More signs of investors starting to bring broader ESG concerns into their voting activity. First up the UK’s Railways Pension Fund has unveiled its new voting policy. This includes a commitment to challenge companies on issues including climate change, fair pay and workforce issues. The last point is particularly interesting as in our experience it’s still rare for UK asset owners to tie their voting activity to the S in ESG. The policy states: ‘We expect boards to be able to communicate the importance of the workforce in the context of the company’s business model and strategy, and how they engage with their employees –Read More →

PIRC recently held an ESG webinar focusing on the issues of industry and ownership concentration, and the questions that this might pose for investors. We are continuing to dig into the topic on behalf of our clients. But in the meantime we thought it useful to flag the issue of monopsony. Much of the emphasis in the literature on concentration relates to monopoly, where a dominant firm, or firms, has market power and can therefore have significant influence over prices. However, firms in concentrated industries might exert as much power as price-takers as price-makers. A single buyer is a monopsony. This is often understood asRead More →

In 2019 the High Court and the BEIS Parliamentary Select Committee debunked the myth that the public expected more of auditors in respect of dealing with fraud and going concern than is required of auditors. Some large auditors for many years have described this as the ’expectations gap’. However, from the High Court case, rather than the public expecting too much, the legal expectations might make people’s hair stand on end. Because of failing to find a management fraud the Court held that the auditor Grant Thornton was accountable for the financial consequences of the company trading unlawfully with defective accounts. The damages included dividendsRead More →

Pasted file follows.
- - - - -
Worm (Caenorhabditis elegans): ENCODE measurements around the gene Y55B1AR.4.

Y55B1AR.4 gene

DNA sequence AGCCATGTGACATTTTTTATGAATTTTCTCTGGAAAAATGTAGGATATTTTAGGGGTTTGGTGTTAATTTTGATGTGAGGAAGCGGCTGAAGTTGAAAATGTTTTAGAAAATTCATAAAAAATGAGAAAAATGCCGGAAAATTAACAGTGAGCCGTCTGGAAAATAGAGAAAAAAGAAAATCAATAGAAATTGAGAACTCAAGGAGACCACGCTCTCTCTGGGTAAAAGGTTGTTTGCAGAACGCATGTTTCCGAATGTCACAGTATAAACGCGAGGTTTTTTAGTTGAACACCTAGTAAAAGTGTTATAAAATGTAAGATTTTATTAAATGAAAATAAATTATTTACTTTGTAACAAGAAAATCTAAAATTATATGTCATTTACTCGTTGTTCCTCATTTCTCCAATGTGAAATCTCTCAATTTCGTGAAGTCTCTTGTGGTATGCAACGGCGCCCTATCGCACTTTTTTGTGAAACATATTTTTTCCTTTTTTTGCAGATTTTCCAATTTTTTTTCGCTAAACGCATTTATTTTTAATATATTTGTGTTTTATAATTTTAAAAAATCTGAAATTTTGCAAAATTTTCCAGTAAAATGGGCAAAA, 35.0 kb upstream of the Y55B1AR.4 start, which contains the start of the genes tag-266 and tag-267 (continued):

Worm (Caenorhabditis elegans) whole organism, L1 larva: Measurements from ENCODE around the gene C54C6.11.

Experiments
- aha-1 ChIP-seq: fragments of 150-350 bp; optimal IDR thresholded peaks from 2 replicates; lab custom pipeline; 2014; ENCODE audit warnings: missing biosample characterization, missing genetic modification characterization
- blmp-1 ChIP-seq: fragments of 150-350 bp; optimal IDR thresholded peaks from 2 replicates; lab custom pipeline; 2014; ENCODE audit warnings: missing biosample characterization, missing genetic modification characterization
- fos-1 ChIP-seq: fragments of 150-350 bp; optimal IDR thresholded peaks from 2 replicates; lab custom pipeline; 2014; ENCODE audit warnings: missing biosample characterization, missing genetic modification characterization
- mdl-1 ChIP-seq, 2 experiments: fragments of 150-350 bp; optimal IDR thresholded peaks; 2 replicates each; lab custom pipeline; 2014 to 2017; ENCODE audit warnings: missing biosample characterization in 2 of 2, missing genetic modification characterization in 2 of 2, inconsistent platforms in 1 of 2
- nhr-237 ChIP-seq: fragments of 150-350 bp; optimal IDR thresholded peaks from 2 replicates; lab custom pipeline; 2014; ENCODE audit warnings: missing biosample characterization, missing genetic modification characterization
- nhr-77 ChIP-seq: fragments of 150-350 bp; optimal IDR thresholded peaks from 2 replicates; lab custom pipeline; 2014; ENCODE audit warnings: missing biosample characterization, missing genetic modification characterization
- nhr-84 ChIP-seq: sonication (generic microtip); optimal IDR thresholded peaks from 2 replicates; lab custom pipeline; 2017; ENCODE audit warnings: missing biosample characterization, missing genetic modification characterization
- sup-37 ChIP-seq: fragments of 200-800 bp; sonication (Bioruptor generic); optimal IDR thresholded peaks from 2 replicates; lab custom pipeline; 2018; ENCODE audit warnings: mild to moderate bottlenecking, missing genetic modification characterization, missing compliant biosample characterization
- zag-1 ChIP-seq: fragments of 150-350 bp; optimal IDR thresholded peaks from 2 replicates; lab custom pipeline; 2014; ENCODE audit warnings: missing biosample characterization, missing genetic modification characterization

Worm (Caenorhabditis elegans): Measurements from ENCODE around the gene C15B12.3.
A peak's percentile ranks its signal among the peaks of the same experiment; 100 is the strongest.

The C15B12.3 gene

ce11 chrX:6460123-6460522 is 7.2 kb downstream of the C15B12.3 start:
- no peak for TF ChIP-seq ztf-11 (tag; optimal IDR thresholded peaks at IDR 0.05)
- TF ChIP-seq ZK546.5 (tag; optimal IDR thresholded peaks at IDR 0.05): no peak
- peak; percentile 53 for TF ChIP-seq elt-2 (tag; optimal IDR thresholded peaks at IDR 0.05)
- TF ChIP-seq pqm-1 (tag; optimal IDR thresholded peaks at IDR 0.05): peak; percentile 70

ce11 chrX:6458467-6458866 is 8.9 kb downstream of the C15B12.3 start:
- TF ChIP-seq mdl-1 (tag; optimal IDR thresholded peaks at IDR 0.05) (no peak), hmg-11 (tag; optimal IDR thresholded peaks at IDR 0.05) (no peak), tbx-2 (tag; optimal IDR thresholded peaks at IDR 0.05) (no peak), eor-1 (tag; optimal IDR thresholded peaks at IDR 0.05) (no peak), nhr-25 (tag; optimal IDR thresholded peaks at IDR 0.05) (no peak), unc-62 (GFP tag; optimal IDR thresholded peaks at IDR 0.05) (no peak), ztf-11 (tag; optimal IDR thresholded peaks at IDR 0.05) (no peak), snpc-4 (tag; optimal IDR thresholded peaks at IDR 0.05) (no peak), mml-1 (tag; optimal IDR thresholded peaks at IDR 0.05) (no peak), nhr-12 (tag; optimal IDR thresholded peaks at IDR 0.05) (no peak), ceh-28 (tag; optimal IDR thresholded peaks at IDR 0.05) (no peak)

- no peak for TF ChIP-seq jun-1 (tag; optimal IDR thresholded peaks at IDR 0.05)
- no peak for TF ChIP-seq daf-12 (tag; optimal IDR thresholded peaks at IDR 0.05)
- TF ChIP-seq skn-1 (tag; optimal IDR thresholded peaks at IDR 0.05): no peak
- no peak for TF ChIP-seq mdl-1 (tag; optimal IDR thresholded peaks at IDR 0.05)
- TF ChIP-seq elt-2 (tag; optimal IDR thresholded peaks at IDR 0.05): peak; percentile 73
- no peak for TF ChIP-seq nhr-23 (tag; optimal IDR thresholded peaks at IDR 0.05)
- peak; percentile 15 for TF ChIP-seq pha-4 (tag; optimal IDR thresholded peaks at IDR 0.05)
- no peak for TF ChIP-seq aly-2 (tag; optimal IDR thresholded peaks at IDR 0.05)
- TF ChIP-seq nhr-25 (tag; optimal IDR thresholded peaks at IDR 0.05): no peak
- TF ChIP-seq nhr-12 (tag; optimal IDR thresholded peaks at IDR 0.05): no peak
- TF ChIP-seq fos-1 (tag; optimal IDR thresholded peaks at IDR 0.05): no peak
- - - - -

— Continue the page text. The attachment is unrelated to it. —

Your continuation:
Two-fifths of green claims made in company websites are bogus, according to the Competition and Markets Authority (CMA). A CMA co-ordinated global review of randomly selected websites found that companies are ‘using tactics that could be considered misleading and therefore potentially break consumer law’. These included: • Vague claims and unclear language including terms such as ‘eco’ or ‘sustainable’ or reference to ‘natural products’ without adequate explanation or evidence of the claims. • Own brand eco logos and labels not associated with an accredited organisation. • Hiding or omitting certain information, such as a product’s pollution levels, to appear more eco-friendly. And since it isRead More →

Before outgoing president Donald Trump pardoned the Thanksgiving turkey last November, he took the opportunity to highlight his incredible contribution to US stock market performance. In a 60-second press conference Trump said: ’The stock market Dow Jones Industrial Average just hit 30,000, which is the highest in history. We’ve never broken 30,000, and that’s despite everything that’s taken place with the pandemic,’ he said. ’Never been broken, that number. That’s a sacred number, 30,000,’ he added. And to be fair to a man so noted for his hyperbole and misplaced self-congratulatory behaviour, the US did indeed lead global stock markets to surprisingly positive returns inRead More →